The next component of the innate immune system that I learned about was the complement system. To get a good grasp of how it works, you'll need to study the picture on the right. What you're looking at is a cartoon of a self-operating napkin, a "Rube Goldberg Machine". Goldberg was a prominent cartoonist in the early to middle part of the twentieth century. He "invented" and displayed the schematics for a series of complicated and impractical machines that worked by one component triggering the next, one after another, in a long series of reactions. It turns out that the immune system (and many other biochemical and physiological processes) work in a similar manner, but are even more complicated. That's because most of Goldberg's machines utilize a linear sequence (A -> B -> C -> D and so on), while biological processes may require multiple inputs at B, C, or D in order to proceed to the next step. The complement system in particular not only utilizes multiple inputs, but it also includes steps that feedback upon itself. It also makes use of amplification, where a small input results in a larger result. I expand upon these concepts below.
While trying to master the intricacies of the complement system, I began to think more upon an issue that I'd faced in the past and will undoubtedly have to address in the future. It is: How much detail should I dive into in discussing this subject, or for that matter, any subject? It seems like a teacher has to answer a host of questions in coming to a decision about this problem. How much time (or space) should be devoted to this matter? What's the attention span of the students? How much material can a student retain? Isn't it more important to leave students with an understanding of the major principles, rather than muddy the waters with details? But aren't the details interesting in themselves? For what purpose are the students learning this material?
I'm not sure that I have any good answers to any of these questions. In what follows, I'll first try to elucidate the major take home lessons. For some this may be sufficient. Then I'll discuss the subject in more detail. It may be that you might want to just skim this material.
In contrast to the cell-based innate reactions that I've covered previously, the complement system consists of 30 or so proteins that are manufactured largely in the liver and that circulate in the blood. Credit for discovering complement is widely attributed to the Belgian-born microbiologist, Jules Jean Baptiste Vincent Bordet, who spent most of his research career working at the Pasteur Institute. In the very last part of the nineteenth century he found that he could separate the immune response into two parts, one of which was due to the action of antibodies. The other, easily destroyed by heat, "complemented" the first, aiding in its ability to attack invading microbes. This work, the beginning of a distinguished career, resulting in his being awarded the Nobel Prize in 1919.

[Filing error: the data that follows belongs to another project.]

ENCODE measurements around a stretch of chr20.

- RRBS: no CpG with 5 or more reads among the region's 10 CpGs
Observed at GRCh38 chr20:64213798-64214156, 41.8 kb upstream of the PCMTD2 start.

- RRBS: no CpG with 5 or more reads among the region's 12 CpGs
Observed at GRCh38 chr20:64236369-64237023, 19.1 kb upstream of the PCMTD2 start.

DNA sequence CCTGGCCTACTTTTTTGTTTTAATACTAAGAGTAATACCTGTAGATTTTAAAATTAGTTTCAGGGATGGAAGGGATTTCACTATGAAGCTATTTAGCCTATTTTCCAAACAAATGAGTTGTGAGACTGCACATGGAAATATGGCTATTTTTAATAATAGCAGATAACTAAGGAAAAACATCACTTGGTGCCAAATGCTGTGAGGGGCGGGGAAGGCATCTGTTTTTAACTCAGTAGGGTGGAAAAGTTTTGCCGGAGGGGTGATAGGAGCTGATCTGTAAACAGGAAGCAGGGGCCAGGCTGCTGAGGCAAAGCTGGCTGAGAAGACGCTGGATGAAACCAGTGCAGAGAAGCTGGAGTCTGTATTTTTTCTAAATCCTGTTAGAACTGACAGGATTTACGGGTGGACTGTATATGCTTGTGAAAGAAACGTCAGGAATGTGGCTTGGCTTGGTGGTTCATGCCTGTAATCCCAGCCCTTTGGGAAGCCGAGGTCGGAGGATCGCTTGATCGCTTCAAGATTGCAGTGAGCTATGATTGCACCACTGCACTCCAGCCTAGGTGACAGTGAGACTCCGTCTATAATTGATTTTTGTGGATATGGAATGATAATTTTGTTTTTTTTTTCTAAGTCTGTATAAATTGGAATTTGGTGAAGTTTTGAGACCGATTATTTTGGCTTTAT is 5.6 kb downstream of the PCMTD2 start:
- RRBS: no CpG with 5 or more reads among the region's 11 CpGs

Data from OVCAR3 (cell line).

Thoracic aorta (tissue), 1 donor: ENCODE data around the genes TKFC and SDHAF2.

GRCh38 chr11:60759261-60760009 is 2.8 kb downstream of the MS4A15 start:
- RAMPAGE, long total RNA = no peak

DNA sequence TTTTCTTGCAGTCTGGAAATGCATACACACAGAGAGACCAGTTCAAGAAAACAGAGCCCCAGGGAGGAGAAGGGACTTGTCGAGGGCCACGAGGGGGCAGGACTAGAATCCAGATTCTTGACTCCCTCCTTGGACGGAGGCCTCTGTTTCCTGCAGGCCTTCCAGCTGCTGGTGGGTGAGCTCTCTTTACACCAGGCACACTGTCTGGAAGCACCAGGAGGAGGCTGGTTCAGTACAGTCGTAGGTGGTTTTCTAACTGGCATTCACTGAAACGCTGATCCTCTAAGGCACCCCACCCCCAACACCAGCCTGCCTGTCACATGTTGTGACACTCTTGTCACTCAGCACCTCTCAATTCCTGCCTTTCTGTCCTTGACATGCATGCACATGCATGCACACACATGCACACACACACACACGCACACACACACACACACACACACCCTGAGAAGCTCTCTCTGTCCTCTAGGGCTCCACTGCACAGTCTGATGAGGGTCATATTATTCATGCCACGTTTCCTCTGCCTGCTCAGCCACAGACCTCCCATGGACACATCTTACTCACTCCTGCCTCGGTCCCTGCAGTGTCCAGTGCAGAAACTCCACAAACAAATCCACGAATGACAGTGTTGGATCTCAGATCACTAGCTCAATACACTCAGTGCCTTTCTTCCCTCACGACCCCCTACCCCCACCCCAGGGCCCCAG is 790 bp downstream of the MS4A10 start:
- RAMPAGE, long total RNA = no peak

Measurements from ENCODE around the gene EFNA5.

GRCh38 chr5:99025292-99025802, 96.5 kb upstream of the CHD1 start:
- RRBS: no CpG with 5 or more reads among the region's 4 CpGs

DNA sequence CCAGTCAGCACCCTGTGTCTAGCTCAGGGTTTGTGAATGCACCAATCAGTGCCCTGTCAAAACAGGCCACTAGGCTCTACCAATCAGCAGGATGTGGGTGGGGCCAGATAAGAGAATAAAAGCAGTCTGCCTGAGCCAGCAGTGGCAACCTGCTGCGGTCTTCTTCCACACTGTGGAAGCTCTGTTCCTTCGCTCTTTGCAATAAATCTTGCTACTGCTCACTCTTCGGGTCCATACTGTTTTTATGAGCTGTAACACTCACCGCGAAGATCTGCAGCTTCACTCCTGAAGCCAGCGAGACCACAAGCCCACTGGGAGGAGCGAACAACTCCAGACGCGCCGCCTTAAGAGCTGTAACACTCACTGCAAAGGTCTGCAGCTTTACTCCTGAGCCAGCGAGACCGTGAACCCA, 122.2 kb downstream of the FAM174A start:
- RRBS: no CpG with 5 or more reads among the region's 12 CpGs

The complement system is complex, but here are the major principles. In the next post, I'll delve into the details.
Living things of all sorts commonly make use of proteolytic cascades to perform many functions. For example, blood clotting and programmed cell death (also called apotposis) are two other processes that utilize this mechanism to accomplish their tasks.
What is it? Some enzymes are synthesized in a form in which they are inactive. In particular, proteolytic enzymes (enzymes that cleave proteins) are often synthesized in this way because otherwise they may cause injury to innocent cell bystanders. In a proteolytic cascade, a signal to inactive enzymes may cause them to become activated, often by another proteolytic enzyme, thereby acquiring enzyme activity themselves, and thus starting a chain reaction. In turn, these newly activated enzymes may cleave another set of inactive proteolytic enzymes thus continuing the chain reaction, and amplifying the original signal. I'll describe the actual players in the proteolytic cascade that characterizes the complement system in the next post.
I've discussed the inflammatory response previously without specifically defining it. It occurs when macrophages detect a foreign attack an injury occurs. They and surrounding cells respond by secreting cytokines. In turn, these recruit neutrophils to the site of infection, cause an increase in blood flow, and increase the permeability of small blood vessels. Inflammation is marked by redness, swelling, an increase in temperature at the site, and pain.
In the next post, I'll expand upon these fundamental principles.